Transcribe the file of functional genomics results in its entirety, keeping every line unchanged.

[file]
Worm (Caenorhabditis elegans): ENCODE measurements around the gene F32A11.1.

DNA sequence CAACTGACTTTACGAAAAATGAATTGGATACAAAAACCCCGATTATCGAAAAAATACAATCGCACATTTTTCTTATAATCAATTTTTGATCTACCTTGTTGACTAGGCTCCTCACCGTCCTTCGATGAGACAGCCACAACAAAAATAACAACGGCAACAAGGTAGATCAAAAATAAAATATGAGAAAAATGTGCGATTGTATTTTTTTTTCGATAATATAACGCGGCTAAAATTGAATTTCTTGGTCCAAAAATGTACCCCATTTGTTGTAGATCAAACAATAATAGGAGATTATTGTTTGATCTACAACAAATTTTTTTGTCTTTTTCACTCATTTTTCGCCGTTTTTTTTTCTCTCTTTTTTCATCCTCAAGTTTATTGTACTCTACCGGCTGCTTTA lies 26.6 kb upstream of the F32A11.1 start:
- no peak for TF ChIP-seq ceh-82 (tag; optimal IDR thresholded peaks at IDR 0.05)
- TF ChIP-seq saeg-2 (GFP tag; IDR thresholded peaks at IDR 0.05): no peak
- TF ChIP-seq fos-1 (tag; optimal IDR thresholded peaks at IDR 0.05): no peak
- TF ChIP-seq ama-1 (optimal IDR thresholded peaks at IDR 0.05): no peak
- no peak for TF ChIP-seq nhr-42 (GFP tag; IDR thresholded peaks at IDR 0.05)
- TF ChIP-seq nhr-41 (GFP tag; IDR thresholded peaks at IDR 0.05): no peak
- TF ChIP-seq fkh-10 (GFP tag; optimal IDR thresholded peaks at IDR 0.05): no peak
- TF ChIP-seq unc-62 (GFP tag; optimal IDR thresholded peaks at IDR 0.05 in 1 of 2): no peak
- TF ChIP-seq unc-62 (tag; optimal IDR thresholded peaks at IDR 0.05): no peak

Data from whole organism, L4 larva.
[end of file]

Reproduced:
Worm (Caenorhabditis elegans): ENCODE measurements around the gene F32A11.1.

DNA sequence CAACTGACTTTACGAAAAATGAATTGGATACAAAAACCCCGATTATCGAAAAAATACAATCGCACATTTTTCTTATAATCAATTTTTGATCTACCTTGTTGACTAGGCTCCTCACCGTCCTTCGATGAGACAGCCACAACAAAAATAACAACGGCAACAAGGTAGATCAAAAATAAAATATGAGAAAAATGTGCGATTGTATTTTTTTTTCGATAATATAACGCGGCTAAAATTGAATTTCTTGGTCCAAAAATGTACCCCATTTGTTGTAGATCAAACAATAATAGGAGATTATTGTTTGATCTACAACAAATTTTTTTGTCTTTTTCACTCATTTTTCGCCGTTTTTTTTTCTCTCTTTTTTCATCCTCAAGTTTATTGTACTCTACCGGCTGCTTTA lies 26.6 kb upstream of the F32A11.1 start:
- no peak for TF ChIP-seq ceh-82 (tag; optimal IDR thresholded peaks at IDR 0.05)
- TF ChIP-seq saeg-2 (GFP tag; IDR thresholded peaks at IDR 0.05): no peak
- TF ChIP-seq fos-1 (tag; optimal IDR thresholded peaks at IDR 0.05): no peak
- TF ChIP-seq ama-1 (optimal IDR thresholded peaks at IDR 0.05): no peak
- no peak for TF ChIP-seq nhr-42 (GFP tag; IDR thresholded peaks at IDR 0.05)
- TF ChIP-seq nhr-41 (GFP tag; IDR thresholded peaks at IDR 0.05): no peak
- TF ChIP-seq fkh-10 (GFP tag; optimal IDR thresholded peaks at IDR 0.05): no peak
- TF ChIP-seq unc-62 (GFP tag; optimal IDR thresholded peaks at IDR 0.05 in 1 of 2): no peak
- TF ChIP-seq unc-62 (tag; optimal IDR thresholded peaks at IDR 0.05): no peak

Data from whole organism, L4 larva.